Otis Redding and his band were just four miles from Madison Municipal airport when their private plane crashed.

It was the first time Otis had taken the eight-seater aircraft, which he had purchased to make touring less hectic. Unfortunately it would also be his last.

At 3.30pm on that Sunday in December 1967, the plane encountered a heavy storm, causing it to crash into the freezing waters of Lake Monona – a mere three miles short of the runway – killing seven of its eight passengers.

Guitar legend Steve Cropper, who had been working with Otis days prior to the crash, had the unenviable task of finishing the last song Otis, the crown prince of soul, had recorded.

“It was (Sittin’ on) The Dock of the Bay. We both knew, instantly, it was going to be a hit.

“So the last thing he’d said to me as he was leaving the studio was ‘see ya Monday.’ We still had work to do on the track, it was in the can, but there were additions to be made. But I believed what he said, I mean, there was no reason not to,“ he says in his distinctive drawl.

“When the call came I was waitin’ at Indianapolis Airport to go to Memphis. It didn’t go down good. He was my friend, a great guy who was so big that he looked like a football player, but in reality was just a country boy with a big ol’ heart. The most non-prejudiced human being I’ve ever met, a man who looked at people as people and liked everybody.

“That was a miserable flight on Sunday afternoon.“

These additions Steve dismisses as just the inclusion of the “gulls, sea waves and electric guitar“, but combined with Otis’s distinctive, husky voice, it produced a song which would become the first posthumous track to top the UK and US charts.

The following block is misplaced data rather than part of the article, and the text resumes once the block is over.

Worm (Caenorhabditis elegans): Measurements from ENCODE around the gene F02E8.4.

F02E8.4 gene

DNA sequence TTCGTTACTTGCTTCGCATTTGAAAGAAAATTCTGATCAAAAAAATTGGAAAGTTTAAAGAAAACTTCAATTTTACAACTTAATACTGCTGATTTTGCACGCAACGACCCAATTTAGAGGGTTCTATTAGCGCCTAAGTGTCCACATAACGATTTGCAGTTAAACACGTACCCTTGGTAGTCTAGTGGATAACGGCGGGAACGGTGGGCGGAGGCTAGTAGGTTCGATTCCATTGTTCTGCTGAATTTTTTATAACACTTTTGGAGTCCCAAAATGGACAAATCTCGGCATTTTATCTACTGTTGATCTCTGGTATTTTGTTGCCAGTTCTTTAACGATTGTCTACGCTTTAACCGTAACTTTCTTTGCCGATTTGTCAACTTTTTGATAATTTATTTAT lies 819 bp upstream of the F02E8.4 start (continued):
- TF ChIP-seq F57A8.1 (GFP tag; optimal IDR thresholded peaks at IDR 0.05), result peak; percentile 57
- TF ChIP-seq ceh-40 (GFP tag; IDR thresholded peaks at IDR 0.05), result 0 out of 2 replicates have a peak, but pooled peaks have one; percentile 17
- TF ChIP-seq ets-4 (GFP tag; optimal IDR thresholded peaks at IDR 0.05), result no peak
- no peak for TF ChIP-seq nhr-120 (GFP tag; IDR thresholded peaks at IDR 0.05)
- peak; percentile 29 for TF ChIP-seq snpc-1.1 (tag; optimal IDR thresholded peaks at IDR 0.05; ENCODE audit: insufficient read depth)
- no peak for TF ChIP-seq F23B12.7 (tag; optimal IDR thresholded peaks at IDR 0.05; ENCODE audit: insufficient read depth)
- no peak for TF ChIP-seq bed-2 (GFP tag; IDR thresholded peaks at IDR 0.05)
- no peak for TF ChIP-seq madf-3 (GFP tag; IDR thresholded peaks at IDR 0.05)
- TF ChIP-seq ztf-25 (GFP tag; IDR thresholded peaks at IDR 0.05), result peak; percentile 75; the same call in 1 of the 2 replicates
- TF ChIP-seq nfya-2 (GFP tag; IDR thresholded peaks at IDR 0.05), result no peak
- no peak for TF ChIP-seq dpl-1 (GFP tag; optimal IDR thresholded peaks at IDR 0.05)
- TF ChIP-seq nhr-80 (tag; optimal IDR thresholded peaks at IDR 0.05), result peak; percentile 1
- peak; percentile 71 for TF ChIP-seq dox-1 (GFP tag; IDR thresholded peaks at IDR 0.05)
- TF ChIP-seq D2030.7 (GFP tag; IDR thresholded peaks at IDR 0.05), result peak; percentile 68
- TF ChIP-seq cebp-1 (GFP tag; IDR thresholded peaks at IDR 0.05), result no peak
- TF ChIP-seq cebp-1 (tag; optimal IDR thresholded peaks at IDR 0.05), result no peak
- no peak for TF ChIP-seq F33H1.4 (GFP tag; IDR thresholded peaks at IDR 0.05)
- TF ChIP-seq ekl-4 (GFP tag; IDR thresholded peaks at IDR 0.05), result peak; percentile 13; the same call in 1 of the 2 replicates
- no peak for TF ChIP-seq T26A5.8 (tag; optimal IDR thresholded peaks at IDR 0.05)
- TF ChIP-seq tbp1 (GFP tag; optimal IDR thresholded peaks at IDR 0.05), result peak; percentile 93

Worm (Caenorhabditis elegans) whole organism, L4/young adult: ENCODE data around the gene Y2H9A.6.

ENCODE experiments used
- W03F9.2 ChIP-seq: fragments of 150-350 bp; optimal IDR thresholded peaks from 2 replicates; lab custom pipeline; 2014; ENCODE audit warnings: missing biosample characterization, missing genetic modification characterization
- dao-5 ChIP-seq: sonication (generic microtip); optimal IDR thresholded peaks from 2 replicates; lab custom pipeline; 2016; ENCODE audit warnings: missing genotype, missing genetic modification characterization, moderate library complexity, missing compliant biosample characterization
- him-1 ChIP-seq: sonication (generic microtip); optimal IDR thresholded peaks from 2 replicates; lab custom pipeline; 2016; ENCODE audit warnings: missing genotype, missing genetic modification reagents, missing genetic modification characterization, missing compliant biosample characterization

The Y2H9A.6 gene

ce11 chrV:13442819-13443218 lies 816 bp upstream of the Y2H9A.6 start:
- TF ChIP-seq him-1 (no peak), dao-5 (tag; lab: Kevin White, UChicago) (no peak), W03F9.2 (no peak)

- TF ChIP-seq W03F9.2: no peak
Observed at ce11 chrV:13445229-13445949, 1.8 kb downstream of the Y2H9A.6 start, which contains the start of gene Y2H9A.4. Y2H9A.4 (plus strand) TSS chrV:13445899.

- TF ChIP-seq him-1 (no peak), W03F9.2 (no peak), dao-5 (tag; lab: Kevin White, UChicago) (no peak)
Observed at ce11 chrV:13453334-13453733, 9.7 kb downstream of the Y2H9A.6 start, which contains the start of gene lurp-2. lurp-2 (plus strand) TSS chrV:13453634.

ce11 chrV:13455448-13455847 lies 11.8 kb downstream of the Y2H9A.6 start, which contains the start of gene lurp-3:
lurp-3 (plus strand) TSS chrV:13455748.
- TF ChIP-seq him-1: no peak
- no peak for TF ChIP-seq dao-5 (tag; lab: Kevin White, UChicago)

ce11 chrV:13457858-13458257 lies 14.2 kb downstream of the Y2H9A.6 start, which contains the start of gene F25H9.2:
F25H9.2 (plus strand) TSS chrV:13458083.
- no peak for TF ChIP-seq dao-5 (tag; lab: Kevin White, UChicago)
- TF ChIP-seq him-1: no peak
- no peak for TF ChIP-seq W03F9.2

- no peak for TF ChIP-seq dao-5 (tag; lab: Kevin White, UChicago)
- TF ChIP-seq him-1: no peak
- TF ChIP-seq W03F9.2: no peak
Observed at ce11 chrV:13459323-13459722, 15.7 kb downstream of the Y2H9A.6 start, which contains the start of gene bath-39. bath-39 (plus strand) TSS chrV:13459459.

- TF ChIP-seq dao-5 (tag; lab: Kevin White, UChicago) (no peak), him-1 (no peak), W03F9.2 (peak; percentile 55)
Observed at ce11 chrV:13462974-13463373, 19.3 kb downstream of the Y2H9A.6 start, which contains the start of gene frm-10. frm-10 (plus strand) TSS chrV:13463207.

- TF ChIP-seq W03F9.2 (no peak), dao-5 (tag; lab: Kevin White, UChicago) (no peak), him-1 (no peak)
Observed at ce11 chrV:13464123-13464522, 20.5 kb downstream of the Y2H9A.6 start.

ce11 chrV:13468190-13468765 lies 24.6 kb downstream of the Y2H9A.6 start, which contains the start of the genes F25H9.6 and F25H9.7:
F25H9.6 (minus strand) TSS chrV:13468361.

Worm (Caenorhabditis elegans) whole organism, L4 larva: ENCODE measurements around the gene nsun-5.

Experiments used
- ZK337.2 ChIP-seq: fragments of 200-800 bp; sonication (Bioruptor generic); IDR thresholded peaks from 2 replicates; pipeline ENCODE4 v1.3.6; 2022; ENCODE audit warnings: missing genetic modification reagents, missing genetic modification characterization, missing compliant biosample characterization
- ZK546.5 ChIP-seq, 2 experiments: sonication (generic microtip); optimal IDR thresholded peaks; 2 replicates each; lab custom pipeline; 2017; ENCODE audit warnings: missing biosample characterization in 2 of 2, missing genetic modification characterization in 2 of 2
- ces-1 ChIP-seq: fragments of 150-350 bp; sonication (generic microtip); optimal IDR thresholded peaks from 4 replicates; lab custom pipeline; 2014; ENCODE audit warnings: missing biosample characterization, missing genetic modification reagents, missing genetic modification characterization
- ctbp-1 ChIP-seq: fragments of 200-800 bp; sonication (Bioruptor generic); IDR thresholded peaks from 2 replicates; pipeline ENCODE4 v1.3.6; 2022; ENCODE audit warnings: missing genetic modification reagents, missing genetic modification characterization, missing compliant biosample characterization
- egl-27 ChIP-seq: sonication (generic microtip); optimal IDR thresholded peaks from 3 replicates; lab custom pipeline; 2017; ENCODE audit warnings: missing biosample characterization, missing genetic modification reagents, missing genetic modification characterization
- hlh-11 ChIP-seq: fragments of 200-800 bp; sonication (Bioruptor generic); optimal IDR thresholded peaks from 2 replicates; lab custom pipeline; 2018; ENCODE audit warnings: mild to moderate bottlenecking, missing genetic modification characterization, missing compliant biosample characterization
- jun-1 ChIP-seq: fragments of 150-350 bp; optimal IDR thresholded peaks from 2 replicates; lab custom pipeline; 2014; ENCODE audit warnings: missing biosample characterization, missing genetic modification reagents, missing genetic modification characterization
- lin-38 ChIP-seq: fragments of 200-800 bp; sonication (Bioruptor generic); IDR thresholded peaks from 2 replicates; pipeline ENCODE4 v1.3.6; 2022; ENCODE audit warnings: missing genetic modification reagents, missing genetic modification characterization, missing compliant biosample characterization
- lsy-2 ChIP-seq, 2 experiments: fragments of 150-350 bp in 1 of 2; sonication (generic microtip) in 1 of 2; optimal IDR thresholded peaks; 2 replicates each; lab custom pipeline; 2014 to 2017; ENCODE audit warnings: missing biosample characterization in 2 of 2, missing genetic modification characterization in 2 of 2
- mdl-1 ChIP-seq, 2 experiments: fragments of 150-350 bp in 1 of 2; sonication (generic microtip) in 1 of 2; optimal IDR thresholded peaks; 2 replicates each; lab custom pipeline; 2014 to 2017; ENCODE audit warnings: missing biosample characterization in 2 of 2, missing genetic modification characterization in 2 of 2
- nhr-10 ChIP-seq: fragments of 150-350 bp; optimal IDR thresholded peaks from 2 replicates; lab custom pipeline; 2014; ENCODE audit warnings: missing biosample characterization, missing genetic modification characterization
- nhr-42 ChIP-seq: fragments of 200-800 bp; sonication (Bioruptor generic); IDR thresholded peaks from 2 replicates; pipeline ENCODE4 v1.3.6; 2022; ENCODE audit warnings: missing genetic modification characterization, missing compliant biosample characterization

“It was hard listening to that song for a very long time,“ Steve trails off. “The thing with Otis was that he treated every take, every track as though it was the last song he was ever going to sing. He gave it his all. And in this case it was.

“A lot of people didn’t believe in it. But the thing is, Otis and I did.

“Some people said it was too pop, too laid back, that it wasn’t ‘Otis Redding’ enough, that it needed to be either a really strong dance song or a really strong ballad. Dock of the Bay was right in the middle.

“A lot of people at the time said it wouldn’t have been a hit had he not passed away. But I don’t believe that, there’s no way to prove it without a time machine. Maybe one of these days I’ll go back and find out.“

Despite trying to downplay his involvement in finishing one of the greatest songs ever made, there’s no denying that Steve has had a remarkable career.

For the first seven years of his life he and his family lived a basic existence on a farm in Dora, Missouri, a place where there was no electricity, and anything other than church music was associated with the devil.

A move to Memphis and the discovery of Gospel music changed everything: “if there’s such a thing as getting a bug, then that was it, I couldn’t get enough.“

Inspired to learn guitar, his first belonged to his uncle, a Gibson F1, stored in a cupboard for visitors to play when friends gathered for a jam session after church. This five dollar guitar now sits pride of place in the Hall of Fame in Nashville, Tennessee.

From those humble beginnings, Steve went on to play in Stax Records house band, Blues Brothers band, and was a founding member of both Booker T & The MG’s and The Mar-Keys. He was also co-writer of classics including Knock On Wood and In The Midnight Hour.

Thanks to his talent he is still an in-demand musician and producer, and has contributed to albums by Paul Simon, Ringo Starr and Buddy Guy, to name but a few. He’s also often cited in music magazines as one of the world’s greatest guitarists.

Yet the 72-year-old, nicknamed The Colonel (given to him for being bossy as a child), shows no signs of slowing down as he’s set to come to the Watford Colosseum, as part of his Stax Rhythmn and Blues tour.

“It has been pretty impressive hasn’t it?“ he chuckles. “But I love performing. From those early days of hearing gospel on the radio, well, it just took my soul.“